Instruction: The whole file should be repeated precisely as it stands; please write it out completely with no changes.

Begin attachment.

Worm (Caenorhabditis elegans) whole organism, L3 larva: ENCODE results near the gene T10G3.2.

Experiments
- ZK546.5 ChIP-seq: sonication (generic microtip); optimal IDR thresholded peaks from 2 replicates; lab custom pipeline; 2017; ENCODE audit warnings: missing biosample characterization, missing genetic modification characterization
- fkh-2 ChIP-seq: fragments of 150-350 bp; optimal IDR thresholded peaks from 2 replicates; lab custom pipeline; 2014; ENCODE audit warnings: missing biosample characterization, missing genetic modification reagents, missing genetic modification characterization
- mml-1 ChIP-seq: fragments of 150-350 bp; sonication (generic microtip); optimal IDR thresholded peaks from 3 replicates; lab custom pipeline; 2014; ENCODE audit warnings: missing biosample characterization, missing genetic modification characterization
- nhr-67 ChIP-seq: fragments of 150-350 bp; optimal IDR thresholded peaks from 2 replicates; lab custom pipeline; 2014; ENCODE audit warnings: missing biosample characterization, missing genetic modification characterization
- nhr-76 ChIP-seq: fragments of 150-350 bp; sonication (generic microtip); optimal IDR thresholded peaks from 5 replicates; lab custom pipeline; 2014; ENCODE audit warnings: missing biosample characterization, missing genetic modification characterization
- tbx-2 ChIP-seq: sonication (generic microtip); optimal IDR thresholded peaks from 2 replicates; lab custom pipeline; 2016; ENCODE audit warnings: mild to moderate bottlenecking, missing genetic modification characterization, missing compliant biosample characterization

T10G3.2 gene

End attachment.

Worm (Caenorhabditis elegans) whole organism, L3 larva: ENCODE results near the gene T10G3.2.

Experiments
- ZK546.5 ChIP-seq: sonication (generic microtip); optimal IDR thresholded peaks from 2 replicates; lab custom pipeline; 2017; ENCODE audit warnings: missing biosample characterization, missing genetic modification characterization
- fkh-2 ChIP-seq: fragments of 150-350 bp; optimal IDR thresholded peaks from 2 replicates; lab custom pipeline; 2014; ENCODE audit warnings: missing biosample characterization, missing genetic modification reagents, missing genetic modification characterization
- mml-1 ChIP-seq: fragments of 150-350 bp; sonication (generic microtip); optimal IDR thresholded peaks from 3 replicates; lab custom pipeline; 2014; ENCODE audit warnings: missing biosample characterization, missing genetic modification characterization
- nhr-67 ChIP-seq: fragments of 150-350 bp; optimal IDR thresholded peaks from 2 replicates; lab custom pipeline; 2014; ENCODE audit warnings: missing biosample characterization, missing genetic modification characterization
- nhr-76 ChIP-seq: fragments of 150-350 bp; sonication (generic microtip); optimal IDR thresholded peaks from 5 replicates; lab custom pipeline; 2014; ENCODE audit warnings: missing biosample characterization, missing genetic modification characterization
- tbx-2 ChIP-seq: sonication (generic microtip); optimal IDR thresholded peaks from 2 replicates; lab custom pipeline; 2016; ENCODE audit warnings: mild to moderate bottlenecking, missing genetic modification characterization, missing compliant biosample characterization

T10G3.2 gene